SG: I think there are certain proposals, plan of action, that the G-8 has got. The African group had also met and come up with a peer review group and also criteria for political, economic progress, which they would review amongst themselves and I think when you put the two documents together, the two partners will be able to see a way forward. We are not going to go there looking for a magic success. In fact, some people think there will be major projects on infrastructure, and all sorts of things. I don't think it is going to be that. And one should not have unrealistic expectations. I think over time NEPAD has a great potential, if the partners work in the spirit that they have been discussing.

Q: Does Yasser Afafat deserve to be dumped by the US? You've talked to him on the phone. What is his mind set. Does he sense the growing pressure? Is there any panic, or does he think he can hold on as usual? What's happening with Arafat?

SG: I haven't spoken to him since the President's speech. I spoke to him over the weekend, and yesterday before the President's speech. At that point he was talking to me aboaut reform and measures he was taking to rein in terrorism. I don't know what his mind set is, but we have already heard that the Palestinians have indicated that while they are pleased with certain aspects of the President's speech, as to the selection of their leaders, it is their responsibility. And I'm sure Arafat will share that view.

Q: Sir, do you think that the plan that Bush announced is a viable plan for going forward and are there any particular things about it that disappointed you?

SG: As I indicated, we need to sit down to see how one can implement this plan, how one can operationalize it with specific steps and timelines as to how this can be done. And obviously we need to sit with our colleagues in Washington who came up with the statement.

Q: Do you have any aspects that you'd like to point out that may have disappointed you?

SG: There are aspects that one would need to think through and clarify. There has been a call for a new Palestinian leadership. What happens between now and until a new leadership exists? Do we work with the government that we have or do we create a vacuum? These are issues that I think are on everybody's mind and we need to work out.

Q: Is there a time schedule for a meeting and for an international conference?

SG: There is a discussion about a meeting at the envoy level of the Quartet: Terje Larson and his colleagues meeting on this issue. And I'm sure there will be other subsequent meetings. And I have been in touch with Secretary Powell, Mr. Solana, and I'll be taking to Foreign Minister Ivanov today.

Q: South Korea's miracle is over. Did you watch the game?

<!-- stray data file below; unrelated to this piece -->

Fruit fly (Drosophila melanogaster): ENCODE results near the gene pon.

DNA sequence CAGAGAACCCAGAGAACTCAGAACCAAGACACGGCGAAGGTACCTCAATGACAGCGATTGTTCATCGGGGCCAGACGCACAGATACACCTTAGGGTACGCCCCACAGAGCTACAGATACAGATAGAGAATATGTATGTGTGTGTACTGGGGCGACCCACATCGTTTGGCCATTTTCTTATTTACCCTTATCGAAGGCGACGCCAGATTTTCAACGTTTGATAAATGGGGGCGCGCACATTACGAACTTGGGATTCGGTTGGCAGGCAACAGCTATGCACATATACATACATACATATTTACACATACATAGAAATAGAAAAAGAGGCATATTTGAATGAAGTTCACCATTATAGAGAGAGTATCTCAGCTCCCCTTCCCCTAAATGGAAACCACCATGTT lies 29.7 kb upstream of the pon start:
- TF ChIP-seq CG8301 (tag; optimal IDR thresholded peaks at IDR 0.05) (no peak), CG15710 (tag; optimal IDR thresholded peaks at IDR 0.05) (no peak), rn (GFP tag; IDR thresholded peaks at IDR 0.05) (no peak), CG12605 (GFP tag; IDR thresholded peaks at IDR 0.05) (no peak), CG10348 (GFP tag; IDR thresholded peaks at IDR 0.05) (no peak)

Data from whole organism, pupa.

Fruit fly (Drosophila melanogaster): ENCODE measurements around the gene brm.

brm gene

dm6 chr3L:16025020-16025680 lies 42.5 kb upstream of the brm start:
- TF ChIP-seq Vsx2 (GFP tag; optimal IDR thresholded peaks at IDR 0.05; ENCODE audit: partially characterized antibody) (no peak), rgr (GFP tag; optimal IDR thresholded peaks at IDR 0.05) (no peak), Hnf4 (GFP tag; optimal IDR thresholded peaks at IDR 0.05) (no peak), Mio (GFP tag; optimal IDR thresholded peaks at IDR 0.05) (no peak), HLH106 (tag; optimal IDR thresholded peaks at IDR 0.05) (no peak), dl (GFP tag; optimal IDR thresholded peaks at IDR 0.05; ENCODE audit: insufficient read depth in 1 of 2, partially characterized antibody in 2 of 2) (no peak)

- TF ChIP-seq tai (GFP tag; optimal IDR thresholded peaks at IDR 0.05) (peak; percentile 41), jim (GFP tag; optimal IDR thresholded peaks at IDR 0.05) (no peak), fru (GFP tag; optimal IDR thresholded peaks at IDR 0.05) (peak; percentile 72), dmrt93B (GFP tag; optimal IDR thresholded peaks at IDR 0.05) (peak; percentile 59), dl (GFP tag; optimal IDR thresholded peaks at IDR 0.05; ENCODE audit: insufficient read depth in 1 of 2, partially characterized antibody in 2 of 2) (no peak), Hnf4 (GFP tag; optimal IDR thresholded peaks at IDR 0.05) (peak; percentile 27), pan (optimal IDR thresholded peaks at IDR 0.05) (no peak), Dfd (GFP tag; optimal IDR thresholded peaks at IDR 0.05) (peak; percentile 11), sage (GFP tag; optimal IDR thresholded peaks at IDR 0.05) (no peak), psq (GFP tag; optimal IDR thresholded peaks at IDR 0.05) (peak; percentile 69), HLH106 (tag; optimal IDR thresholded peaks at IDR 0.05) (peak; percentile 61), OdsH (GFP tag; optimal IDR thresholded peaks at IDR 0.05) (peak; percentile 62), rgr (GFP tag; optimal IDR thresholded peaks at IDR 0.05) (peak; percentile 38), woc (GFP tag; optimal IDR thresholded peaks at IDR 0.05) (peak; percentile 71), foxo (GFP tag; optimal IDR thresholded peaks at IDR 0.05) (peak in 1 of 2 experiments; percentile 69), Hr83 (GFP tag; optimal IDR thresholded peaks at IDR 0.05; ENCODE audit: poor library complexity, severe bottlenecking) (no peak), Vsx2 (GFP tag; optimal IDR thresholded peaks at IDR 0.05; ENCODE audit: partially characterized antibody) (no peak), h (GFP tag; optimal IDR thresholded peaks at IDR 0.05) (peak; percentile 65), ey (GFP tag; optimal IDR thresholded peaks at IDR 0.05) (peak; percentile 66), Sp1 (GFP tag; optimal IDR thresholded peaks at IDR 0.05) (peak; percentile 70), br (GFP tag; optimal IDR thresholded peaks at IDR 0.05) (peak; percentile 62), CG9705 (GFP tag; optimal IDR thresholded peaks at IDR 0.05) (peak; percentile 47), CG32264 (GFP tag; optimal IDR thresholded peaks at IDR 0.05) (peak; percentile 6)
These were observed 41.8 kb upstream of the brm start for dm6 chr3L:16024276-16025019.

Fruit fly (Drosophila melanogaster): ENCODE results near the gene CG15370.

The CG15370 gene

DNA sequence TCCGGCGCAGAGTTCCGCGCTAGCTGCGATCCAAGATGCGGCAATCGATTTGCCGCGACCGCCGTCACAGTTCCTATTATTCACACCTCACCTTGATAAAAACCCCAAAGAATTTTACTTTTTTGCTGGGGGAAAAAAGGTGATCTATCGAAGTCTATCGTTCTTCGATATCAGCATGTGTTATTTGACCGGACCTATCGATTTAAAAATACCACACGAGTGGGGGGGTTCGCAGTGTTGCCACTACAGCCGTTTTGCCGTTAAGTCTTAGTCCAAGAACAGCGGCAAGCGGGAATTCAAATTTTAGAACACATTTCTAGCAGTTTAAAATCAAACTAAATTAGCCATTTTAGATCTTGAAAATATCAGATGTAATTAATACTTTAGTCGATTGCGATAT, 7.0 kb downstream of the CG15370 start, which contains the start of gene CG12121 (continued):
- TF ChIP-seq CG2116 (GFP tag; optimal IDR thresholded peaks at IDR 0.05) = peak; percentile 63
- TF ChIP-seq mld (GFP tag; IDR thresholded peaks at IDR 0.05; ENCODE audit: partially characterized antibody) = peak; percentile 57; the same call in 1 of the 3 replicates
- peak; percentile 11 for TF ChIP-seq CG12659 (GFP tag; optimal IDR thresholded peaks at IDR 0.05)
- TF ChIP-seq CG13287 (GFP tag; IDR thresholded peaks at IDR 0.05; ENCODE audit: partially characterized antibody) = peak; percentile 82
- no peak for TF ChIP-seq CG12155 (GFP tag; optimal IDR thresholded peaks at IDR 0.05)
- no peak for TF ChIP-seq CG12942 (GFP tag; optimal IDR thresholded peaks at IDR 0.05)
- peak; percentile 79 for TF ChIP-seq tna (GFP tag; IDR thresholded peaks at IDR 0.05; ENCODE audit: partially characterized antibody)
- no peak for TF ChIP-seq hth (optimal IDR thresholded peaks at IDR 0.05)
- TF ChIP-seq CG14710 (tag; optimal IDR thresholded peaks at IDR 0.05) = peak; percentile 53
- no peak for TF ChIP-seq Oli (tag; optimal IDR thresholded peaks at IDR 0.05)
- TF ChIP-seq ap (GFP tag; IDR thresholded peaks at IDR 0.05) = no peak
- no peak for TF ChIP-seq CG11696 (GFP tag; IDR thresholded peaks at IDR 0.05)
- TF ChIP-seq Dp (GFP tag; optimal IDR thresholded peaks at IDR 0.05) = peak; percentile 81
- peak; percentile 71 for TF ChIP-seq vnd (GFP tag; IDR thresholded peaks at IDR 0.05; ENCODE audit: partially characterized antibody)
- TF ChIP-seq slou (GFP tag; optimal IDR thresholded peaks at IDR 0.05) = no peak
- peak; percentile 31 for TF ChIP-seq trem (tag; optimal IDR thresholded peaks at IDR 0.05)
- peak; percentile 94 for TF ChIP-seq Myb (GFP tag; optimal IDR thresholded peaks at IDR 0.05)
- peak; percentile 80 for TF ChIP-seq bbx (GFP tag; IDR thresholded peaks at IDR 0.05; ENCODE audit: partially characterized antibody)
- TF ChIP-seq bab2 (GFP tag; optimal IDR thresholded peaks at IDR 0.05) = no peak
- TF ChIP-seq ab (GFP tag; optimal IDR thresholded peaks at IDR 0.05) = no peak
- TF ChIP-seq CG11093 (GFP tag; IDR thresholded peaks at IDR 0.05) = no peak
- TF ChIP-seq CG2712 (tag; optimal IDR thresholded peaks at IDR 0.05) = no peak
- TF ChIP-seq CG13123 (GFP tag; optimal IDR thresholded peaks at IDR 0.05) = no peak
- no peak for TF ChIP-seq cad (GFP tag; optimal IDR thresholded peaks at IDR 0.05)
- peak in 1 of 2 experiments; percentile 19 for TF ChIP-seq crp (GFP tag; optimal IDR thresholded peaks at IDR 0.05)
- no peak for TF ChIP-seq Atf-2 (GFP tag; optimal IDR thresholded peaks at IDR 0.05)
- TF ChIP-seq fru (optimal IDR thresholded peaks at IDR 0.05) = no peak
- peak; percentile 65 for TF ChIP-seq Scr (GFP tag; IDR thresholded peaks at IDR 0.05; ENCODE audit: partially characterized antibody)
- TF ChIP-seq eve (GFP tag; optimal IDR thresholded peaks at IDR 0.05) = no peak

SG: I saw a part of it. Don't say that is why I am late. I saw a part of it. It was 1-0 when I turned the TV off. What was the final score, do you know?

Q: 1-0.

SG: 1-0. Well you were very impressed with Nane's shot the other today, but she wasn't on any team. Good, thank you very much.

Q: (French) Rapidement, vos atteintes quant au sommet du G-8, initiatives africainnes, avez-vous certaines atteintes concrètes?

SG: Je crois qu'on vient de créer une partenariat entre l'afrique et le G-8, et j'espère qu'on va pouvoir vraiement se mettre d'accord au Canada pour travailler ensemble dans les années à venir pour ameliorer la situation economique et sociale de l'afrique. Je crois que les africains attendent beaucoup de cette reunion et j'espère qu'ils ne vont pas etre deçu.

*****

© Scoop Media

 
 
 
World Headlines

 

Rohingya Muslims Massacred: Restrictions On Aid Put 1000s At Risk

Amnesty: The Myanmar authorities’ restrictions on international aid in Rakhine state is putting tens of thousands of lives at risk in a region where mainly Rohingya people are already suffering horrific abuses from a disproportionate military campaign. More>>

ALSO:

Werewolf: Gordon Campbell On North Korea, Neo-Nazism, And Milo

With a bit of luck the planet won’t be devastated by nuclear war in the next few days. US President Donald Trump will have begun to fixate on some other way to gratify his self-esteem – maybe by invading Venezuela or starting a war with Iran. More>>

ALSO:

Victory Declared: New Stabilisation Funding From NZ As Mosul Is Retaken

New Zealand has congratulated the Iraqi government on the successful liberation of Mosul from ISIS after a long and hard-fought campaign. More>>

Gordon Campbell: On The Current US Moves Against North Korea

If Martians visited early last week, they’d probably be scratching their heads as to why North Korea was being treated as a potential trigger for global conflict... More>>

ALSO:

Gordon Campbell: On The Lessons From Corbyn’s Campaign

Leaving partisan politics aside – and ignoring Jeremy Corbyn’s sensational election campaign for a moment – it has to be said that Britain is now really up shit creek... More>>

ALSO:

 
 
 
 
 
 
  • Pacific.Scoop
  • Cafe Pacific
  • PMC